For the past decade, Republicans have been on a tear to blatantly transfer taxpayer money directly to private enterprises without regard for the needs of the people. Whether it is privatizing Medicare, Social Security, social services, or education, Republicans have devised various schemes to appropriate taxpayer money to profit their donors; including churches Hell-bent on inculcating Christianity in private religious schools at the expense of public education.
One of the most important clauses in the U.S. Constitution is the General Welfare clause in Article I – section 8 that reads, “The Congress shall have Power To lay and collect Taxes, Duties, Imposts and Excises, to pay the Debts and provide for the common Defence and general Welfare of the United States.” According to the Founding Fathers and first four Presidents George Washington, John Adams, Thomas Jefferson, and James Madison, taxes providing for the ‘general welfare’ were to provide housing, food, medical care, and education for the poor among other domestic programs. In fact, one of the authors of the Constitution, James Madison killed legislation giving taxpayer money to churches anxious to profit from pretending to provide for the people because the Founders believed the government should never, never ever, give money to churches for anything; including education.
Republicans believe America’s first four Presidents were completely wrong and in several states are regularly taking government money intended for public education and handing it directly to private Christian schools under the guise of vouchers for “charter schools,” a clear violation of the Constitution. In North Carolina last week, a judge finally struck down a Republican school voucher scam to transfer public school funding directly to private religious schools as patently unconstitutional, and elucidated why vouchers, charter schools, and private religious schools fail constitutional muster.
The judge, Superior Court Judge Robert Hobgood, identified the Republican legislation, “Opportunity Scholarship Program,” as a scam to “siphon money from the public schools in favor of private schools and allows funding of non-public schools that discriminate on account of religion.” The judge was not finished, and besides decrying the obscenity of school vouchers, he correctly identified the major flaw in charter schools; they have no obligation to teach anything. Hopefully, President Obama will pay attention and stop listening to charter advocates like education secretary Arne Duncan and an ever-growing cabal of school privatization advisors within his Administration.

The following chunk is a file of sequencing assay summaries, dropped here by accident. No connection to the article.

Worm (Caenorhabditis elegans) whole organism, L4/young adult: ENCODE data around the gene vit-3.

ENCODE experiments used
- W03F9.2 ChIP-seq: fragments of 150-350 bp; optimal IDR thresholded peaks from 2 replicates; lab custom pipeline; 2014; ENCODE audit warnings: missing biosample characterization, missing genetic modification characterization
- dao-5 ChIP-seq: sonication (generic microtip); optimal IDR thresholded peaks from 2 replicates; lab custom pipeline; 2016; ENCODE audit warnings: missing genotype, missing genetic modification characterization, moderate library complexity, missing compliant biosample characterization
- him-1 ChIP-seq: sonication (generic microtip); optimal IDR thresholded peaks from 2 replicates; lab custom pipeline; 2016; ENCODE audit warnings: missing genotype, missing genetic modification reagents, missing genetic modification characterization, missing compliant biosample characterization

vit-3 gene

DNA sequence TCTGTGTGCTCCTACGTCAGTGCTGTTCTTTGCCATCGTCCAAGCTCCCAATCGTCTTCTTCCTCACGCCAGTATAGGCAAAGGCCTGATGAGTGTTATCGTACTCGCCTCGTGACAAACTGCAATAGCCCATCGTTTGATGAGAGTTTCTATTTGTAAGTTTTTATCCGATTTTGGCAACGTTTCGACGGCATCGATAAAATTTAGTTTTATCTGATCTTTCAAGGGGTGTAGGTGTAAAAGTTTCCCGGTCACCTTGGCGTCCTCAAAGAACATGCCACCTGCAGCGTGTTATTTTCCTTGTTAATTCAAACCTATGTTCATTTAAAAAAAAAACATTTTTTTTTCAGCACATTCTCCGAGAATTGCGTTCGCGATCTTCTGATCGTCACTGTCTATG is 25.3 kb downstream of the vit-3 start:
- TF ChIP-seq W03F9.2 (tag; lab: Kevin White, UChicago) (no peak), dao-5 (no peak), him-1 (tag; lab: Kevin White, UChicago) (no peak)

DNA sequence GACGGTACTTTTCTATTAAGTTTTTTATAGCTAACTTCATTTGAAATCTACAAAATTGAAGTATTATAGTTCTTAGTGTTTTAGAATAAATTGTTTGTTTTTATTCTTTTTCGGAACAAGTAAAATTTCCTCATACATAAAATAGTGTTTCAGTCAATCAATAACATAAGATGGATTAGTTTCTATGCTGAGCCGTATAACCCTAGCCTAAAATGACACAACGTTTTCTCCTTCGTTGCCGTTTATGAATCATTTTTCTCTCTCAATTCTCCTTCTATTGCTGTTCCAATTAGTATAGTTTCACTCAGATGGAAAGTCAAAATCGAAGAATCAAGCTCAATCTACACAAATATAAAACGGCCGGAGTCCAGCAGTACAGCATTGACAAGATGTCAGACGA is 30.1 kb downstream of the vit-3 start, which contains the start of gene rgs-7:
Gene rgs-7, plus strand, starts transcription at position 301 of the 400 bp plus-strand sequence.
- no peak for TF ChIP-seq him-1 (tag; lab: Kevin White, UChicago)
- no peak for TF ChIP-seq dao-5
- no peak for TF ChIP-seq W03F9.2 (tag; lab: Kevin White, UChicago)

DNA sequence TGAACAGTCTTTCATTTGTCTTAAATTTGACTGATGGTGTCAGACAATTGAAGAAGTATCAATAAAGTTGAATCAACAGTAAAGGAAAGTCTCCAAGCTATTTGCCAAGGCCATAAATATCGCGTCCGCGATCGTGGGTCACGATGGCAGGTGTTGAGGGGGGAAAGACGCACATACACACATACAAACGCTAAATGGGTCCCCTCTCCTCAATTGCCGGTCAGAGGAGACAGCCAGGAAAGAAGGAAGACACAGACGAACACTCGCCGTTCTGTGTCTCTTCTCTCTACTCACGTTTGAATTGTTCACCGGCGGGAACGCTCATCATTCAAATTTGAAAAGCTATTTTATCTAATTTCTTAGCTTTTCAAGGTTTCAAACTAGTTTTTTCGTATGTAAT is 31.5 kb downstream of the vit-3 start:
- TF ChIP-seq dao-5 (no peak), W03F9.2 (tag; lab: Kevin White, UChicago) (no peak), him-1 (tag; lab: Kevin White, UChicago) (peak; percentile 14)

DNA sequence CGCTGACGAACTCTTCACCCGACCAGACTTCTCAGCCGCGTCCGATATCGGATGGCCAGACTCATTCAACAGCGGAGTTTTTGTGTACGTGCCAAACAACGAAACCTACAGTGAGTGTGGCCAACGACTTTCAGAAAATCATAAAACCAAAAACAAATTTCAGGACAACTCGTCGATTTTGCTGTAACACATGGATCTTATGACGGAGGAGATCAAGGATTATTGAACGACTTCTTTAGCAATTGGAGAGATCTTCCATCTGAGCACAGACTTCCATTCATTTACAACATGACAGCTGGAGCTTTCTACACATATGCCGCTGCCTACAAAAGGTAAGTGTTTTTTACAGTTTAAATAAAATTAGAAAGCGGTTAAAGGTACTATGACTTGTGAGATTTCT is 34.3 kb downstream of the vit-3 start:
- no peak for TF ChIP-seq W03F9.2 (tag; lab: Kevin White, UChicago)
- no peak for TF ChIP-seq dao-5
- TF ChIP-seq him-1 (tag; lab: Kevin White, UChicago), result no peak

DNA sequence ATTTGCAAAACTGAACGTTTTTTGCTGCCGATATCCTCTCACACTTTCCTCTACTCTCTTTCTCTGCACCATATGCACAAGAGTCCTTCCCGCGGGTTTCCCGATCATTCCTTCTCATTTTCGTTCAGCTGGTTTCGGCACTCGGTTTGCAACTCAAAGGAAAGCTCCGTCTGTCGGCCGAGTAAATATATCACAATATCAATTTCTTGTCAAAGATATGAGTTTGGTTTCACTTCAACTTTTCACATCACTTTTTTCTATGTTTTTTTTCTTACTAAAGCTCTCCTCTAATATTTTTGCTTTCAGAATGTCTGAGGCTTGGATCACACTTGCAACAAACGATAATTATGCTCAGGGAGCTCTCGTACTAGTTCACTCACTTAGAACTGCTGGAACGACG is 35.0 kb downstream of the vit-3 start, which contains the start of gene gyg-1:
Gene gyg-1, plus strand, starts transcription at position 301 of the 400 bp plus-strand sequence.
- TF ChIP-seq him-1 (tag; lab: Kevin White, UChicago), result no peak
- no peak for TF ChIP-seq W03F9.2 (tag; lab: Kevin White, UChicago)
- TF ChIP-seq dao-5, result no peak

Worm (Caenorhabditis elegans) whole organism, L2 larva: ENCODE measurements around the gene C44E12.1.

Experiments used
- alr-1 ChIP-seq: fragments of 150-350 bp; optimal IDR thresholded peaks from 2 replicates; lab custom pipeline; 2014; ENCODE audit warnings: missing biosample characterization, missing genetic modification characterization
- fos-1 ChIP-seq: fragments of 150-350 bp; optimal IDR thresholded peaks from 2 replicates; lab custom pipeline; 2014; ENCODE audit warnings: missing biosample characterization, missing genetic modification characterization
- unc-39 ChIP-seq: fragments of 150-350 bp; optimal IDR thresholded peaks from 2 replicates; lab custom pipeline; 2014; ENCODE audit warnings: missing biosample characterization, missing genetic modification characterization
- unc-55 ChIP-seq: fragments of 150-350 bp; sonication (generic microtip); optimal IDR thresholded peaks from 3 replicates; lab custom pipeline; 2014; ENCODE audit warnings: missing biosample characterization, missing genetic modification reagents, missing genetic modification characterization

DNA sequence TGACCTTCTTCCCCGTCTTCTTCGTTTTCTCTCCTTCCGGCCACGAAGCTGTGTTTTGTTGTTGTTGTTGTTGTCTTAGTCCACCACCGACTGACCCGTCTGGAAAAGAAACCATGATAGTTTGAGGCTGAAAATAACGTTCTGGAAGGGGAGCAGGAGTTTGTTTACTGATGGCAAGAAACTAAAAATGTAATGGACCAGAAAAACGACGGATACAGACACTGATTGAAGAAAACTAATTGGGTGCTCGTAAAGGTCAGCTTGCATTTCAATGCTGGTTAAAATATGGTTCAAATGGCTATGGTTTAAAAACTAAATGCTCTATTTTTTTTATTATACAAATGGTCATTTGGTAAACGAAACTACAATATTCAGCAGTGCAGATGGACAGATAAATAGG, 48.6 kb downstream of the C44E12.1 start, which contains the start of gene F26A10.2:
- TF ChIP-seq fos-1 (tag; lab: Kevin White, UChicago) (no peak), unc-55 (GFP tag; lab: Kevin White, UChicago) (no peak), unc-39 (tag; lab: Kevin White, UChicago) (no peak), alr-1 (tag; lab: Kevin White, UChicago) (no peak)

Just a few of the reasons the judge gave for ruling school vouchers unconstitutional are: appropriates to private schools grades K-12, by use of funds which apparently have gone to the university system budget but which should be used exclusively for establishing and maintaining the uniform system of free public schools, appropriates education funds in a manner that does not accomplish a public purpose, appropriates educational funds outside the supervision and administration of the state board of education, and appropriates taxpayer funds to educational institutions that have no standards, curriculum and requirements for teachers and principals to be certified.” In essence, the judge concluded that the North Carolina legislation “fails the children of North Carolina when they are sent with public taxpayer money to private schools that have no legal obligation to teach them anything.”
Republicans had included a statement in their voucher legislation they assumed would protect their religious privatization scam by stipulating that “scholarship grant funds awarded to eligible students attending a non-public school shall not be considered funding from the state of North Carolina.” The Judge was not fooled and noted in his ruling that nowhere in the state’s General Statutes is there any provision for scholarship grants to come from any source other than taxpayer funds. He said, “If scholarship grants shall not be considered funding from the state of North Carolina, this court is at a complete loss to understand the source of those funds. Follow the money. The clear legislative intent is to utilize taxpayer money to fund private schools.”